It was only a couple years ago I remember reading a Sports Illustrated article where L. Jon Wertheim (Jan. 25, 2010) described how Jim Irsay had turned Indiana, traditionally a basketball hotbed, into a football-mad state.
Although Notre Dame or the Ku Klux Klan* immediately come to mind when someone mentions Indiana, the Indianapolis Colts are salient. After all, since drafting Peyton Manning with the first pick in 1998, the Colts have had only two losing seasons.
*Two institutions with polar opposite philosophies and values, I know, but if there’s one similarity it’s that they’re both populated primarily with white people—much like the state of Indiana.
It was this year, however, that we learned that even Manning was mortal.
The man who has thrown for nearly 55 thousand yards, completed nearly 65 percent of his passes and thrown for nearly 400 touchdowns sat on the sidelines while Kerry Collins, Curtis Painter and Dan Orlovsky led the team to a 2-14 record that merited the first overall pick in this year’s draft.
With Stanford’s Andrew Luck penciled in as Indianapolis’ quarterback next season and Manning owed a $28 million bonus, Irsay, the man that revolutionized football in Indiana, stood by an emotional Manning as he announced that the team would be releasing their erstwhile franchise quarterback.
Certainly, there may be some that compare this to the Brett Favre retirement—the first of the trilogy, A New Hope (That He’ll Stay Retired)*, where the lasting image of The Gunslinger was him crying at a podium, not a picture of him slingin’ his gun.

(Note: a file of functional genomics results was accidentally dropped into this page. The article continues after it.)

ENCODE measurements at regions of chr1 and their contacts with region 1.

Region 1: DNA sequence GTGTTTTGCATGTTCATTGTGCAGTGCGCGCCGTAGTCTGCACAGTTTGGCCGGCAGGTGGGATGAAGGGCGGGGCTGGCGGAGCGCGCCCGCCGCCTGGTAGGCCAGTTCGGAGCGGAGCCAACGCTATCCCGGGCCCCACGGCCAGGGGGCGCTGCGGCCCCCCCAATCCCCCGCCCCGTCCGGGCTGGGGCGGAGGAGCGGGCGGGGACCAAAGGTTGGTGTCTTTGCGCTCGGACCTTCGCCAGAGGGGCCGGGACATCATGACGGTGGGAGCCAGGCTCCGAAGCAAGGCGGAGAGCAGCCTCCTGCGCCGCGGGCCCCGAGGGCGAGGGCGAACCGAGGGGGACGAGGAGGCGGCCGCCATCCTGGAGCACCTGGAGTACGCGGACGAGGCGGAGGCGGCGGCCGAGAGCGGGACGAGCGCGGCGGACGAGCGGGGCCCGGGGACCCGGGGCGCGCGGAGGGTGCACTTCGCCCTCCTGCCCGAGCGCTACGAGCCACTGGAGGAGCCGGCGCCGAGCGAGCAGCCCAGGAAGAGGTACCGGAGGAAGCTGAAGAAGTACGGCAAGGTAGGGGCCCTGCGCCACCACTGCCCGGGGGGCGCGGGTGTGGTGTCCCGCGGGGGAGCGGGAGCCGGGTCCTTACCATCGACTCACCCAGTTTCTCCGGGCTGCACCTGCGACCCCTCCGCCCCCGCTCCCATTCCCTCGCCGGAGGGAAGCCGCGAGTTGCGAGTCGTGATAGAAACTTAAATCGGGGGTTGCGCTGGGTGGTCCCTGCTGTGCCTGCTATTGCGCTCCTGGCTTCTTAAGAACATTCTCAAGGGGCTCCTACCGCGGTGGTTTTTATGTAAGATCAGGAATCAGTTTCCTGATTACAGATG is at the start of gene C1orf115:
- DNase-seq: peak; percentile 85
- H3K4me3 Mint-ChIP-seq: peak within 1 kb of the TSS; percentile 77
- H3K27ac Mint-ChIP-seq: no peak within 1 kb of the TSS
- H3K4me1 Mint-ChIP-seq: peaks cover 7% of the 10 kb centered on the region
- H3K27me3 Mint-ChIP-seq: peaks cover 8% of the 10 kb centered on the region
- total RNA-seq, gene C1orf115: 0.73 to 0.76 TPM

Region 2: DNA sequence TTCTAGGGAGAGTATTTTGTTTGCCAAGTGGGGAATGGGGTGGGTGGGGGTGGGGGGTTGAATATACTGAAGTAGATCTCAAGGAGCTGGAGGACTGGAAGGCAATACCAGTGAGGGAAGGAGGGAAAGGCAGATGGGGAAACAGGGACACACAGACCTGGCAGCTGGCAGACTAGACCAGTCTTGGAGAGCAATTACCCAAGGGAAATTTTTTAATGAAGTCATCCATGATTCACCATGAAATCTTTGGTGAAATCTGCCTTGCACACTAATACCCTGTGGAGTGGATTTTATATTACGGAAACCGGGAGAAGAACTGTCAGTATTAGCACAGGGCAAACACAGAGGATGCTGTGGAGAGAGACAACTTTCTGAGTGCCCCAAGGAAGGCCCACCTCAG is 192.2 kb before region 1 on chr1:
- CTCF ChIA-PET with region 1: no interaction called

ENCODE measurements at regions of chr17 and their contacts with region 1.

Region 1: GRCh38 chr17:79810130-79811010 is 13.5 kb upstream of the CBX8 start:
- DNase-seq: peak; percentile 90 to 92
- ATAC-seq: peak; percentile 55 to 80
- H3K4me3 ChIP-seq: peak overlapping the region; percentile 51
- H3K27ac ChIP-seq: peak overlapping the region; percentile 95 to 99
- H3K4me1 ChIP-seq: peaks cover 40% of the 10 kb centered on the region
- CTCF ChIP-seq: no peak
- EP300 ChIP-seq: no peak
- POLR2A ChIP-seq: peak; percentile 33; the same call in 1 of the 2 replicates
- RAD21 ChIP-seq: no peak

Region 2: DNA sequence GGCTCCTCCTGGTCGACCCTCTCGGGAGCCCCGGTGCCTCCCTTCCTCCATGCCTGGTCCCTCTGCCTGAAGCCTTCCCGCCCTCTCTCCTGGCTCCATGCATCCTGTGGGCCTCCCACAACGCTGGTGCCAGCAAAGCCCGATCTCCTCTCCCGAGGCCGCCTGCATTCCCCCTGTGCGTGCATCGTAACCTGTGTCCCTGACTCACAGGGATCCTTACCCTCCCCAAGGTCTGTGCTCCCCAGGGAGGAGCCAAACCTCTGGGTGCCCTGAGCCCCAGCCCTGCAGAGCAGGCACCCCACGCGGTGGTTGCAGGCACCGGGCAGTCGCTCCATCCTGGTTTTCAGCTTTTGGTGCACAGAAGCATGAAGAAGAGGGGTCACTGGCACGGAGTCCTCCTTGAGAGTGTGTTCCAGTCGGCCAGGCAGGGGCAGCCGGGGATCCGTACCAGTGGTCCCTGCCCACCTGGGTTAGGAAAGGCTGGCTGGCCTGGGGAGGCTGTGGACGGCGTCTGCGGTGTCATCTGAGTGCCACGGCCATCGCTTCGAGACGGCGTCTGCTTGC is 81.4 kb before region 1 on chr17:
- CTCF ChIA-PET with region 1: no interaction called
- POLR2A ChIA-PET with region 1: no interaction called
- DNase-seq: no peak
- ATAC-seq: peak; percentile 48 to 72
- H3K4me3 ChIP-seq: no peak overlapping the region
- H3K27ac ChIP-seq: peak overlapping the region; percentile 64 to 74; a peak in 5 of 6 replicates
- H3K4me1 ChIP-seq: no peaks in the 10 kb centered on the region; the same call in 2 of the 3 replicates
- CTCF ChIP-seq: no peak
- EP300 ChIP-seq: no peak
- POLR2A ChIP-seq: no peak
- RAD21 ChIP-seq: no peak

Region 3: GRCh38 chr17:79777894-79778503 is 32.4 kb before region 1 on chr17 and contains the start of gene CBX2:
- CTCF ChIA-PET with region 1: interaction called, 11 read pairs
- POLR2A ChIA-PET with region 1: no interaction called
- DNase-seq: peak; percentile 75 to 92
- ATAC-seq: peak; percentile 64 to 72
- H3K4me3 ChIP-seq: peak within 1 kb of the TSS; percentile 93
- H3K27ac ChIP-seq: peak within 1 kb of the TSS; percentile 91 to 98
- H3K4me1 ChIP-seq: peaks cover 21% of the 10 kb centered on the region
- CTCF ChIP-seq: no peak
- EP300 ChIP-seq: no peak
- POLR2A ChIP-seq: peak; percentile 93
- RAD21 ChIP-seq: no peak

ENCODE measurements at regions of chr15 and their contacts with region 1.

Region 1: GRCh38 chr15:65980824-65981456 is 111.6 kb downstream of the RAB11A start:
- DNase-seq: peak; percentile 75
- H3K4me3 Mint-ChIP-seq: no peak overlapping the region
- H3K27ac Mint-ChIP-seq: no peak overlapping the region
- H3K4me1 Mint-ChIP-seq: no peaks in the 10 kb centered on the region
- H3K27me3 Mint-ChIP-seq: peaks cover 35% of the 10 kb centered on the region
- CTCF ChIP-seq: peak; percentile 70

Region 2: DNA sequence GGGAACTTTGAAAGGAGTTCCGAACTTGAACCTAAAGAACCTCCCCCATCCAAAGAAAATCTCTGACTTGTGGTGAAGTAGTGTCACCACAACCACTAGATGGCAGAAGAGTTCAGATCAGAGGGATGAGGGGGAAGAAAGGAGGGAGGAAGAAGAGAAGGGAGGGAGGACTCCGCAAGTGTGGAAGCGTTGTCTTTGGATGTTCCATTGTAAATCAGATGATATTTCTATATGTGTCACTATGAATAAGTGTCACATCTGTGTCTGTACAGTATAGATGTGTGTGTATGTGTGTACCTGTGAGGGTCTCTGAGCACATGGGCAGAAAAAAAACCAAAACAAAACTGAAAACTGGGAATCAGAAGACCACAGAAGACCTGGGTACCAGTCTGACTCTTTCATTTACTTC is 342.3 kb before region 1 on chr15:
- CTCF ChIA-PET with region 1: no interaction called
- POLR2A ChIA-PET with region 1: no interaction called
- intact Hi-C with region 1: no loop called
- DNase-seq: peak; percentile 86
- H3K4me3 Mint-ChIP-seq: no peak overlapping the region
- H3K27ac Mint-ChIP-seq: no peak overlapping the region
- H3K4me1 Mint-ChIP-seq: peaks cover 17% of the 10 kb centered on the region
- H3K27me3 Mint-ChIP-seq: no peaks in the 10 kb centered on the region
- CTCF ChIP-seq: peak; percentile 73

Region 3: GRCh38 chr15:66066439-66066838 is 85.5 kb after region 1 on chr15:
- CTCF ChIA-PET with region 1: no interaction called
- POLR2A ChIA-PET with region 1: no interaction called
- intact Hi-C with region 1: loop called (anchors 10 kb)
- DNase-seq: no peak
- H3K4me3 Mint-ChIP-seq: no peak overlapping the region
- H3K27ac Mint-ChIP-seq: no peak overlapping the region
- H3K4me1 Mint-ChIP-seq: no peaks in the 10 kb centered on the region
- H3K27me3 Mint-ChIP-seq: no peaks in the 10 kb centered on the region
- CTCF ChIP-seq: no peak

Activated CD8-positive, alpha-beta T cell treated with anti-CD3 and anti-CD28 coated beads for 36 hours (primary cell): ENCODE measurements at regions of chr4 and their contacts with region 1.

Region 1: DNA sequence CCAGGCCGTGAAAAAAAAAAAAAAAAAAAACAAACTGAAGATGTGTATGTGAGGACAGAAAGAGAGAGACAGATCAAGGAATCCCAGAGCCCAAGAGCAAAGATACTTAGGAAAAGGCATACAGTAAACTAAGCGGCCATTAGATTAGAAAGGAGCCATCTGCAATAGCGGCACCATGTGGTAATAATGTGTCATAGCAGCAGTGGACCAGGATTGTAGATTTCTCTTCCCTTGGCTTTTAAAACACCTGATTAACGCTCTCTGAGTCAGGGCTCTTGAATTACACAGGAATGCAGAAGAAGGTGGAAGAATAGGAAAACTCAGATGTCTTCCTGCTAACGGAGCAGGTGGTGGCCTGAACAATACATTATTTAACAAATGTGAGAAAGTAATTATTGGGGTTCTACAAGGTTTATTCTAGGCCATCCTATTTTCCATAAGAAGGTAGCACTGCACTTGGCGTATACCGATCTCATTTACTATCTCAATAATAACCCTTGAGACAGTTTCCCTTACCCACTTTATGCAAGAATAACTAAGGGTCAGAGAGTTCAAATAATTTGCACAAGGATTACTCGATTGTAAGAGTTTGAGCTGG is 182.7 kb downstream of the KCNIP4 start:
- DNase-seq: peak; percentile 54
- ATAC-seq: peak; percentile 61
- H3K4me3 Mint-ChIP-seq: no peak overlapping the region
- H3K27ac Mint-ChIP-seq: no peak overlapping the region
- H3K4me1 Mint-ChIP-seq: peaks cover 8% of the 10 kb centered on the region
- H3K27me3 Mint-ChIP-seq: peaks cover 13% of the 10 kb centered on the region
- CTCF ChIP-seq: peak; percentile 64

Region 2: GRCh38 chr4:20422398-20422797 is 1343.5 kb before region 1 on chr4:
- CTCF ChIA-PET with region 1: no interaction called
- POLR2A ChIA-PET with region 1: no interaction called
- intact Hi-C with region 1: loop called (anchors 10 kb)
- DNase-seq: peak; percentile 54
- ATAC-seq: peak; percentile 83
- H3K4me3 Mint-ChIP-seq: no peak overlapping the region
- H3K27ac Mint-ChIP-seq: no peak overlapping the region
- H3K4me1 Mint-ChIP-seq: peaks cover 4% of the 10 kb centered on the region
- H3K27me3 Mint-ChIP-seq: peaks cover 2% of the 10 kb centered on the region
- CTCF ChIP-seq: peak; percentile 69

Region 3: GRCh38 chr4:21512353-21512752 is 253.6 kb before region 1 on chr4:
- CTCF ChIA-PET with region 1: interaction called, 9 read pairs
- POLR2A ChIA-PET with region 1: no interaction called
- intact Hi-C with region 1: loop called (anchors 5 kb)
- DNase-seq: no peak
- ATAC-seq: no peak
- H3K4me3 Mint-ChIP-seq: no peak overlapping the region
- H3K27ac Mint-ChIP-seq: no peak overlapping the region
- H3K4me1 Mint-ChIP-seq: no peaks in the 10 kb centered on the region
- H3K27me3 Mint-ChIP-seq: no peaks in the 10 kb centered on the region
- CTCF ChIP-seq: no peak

*The Favre Strikes Back was pretty cool, but The Return of the Favre never lived up the hype.
Yes, I’m still bitter.
The difference here is that while a small-market team is losing their franchise quarterback, there is no doubt that Manning will play again—be it for Miami, Washington, Arizona, etc.—and that he won’t be wearing open-fly jeans anytime soon.
Still, it is hard to imagine that the Colts will convalesce apace without his intelligence and athleticism under center. Andrew Luck is supposed to be NFL-ready, but so was Ryan Leaf, the player selected in the No. 2 spot behind Manning in 1998.
Even if Luck can play, he’s hardly got a team around him, as evidenced by Indianapolis’ record this season sans Manning.
Could the departure of Manning mean that Indiana returns to a ‘basketball state’?
Notre Dame will always draw big crowds for their sporting events, but that’s not ‘Indiana’s team.’
Similarly, Purdue, Butler and Valparaiso do not appeal to the population of Indiana as a whole.
NASCAR has the Indianapolis 500 and the Brickyard 400 motorsport races, but those are single events that can only be enjoyed a couple days out of the year.
Basketball is thriving in the crossroads of America, however.
Led by Danny Granger, Roy Hibbert and Darren Collison, the Pacers look like they should make the playoffs this year and have a future ahead of them.
More pertinently though, the University of Indiana is a ranked team and should make the NCAA Tournament after going 12-20 (3-15, Big 10) last season.
Basketball appears poised to take over Indiana again.
After all, it is the Hoosier State.
Tom Schreier writes for TheFanManifesto. He can followed on Twitter at @tschreier3. Email him at firstname.lastname@example.org.